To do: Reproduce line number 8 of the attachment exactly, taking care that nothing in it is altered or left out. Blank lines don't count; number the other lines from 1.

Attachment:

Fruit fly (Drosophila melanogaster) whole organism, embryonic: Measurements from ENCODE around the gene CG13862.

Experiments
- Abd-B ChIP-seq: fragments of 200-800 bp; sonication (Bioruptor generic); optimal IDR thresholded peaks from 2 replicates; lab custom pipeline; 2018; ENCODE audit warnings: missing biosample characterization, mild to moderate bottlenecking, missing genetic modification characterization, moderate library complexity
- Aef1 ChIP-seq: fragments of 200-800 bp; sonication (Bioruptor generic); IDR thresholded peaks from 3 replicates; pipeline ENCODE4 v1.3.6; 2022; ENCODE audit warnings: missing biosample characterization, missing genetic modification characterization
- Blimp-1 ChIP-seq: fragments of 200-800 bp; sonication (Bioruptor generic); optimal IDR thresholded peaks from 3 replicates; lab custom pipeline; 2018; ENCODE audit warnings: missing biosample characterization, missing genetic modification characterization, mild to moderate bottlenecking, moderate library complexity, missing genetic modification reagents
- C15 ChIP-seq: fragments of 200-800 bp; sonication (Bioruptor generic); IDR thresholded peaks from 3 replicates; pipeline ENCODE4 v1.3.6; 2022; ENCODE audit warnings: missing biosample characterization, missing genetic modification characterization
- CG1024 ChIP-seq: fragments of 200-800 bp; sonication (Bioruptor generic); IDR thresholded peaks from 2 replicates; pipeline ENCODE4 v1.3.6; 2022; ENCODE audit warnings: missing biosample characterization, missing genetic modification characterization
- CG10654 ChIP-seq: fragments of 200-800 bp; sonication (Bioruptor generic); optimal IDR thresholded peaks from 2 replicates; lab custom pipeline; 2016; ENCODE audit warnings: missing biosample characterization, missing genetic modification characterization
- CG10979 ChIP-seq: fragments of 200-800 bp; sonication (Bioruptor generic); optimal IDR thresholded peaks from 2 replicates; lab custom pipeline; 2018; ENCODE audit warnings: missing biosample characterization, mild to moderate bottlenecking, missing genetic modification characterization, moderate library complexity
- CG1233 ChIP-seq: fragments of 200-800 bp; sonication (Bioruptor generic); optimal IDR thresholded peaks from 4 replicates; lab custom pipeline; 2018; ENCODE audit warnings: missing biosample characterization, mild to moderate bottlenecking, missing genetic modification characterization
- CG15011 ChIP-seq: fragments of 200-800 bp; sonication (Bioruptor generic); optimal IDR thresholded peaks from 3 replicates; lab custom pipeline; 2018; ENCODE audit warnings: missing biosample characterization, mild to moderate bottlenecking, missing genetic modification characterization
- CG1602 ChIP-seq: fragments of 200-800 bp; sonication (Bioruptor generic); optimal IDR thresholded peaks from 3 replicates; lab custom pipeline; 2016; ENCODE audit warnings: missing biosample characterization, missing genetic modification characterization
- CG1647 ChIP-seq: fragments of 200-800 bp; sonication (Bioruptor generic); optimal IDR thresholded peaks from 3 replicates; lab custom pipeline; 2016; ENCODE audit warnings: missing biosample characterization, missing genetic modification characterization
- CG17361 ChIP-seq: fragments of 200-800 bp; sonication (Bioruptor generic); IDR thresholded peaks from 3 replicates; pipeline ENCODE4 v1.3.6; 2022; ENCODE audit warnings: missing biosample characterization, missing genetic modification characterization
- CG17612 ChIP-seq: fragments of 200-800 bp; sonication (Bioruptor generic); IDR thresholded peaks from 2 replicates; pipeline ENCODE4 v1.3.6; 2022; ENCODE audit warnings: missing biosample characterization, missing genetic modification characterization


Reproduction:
- CG10654 ChIP-seq: fragments of 200-800 bp; sonication (Bioruptor generic); optimal IDR thresholded peaks from 2 replicates; lab custom pipeline; 2016; ENCODE audit warnings: missing biosample characterization, missing genetic modification characterization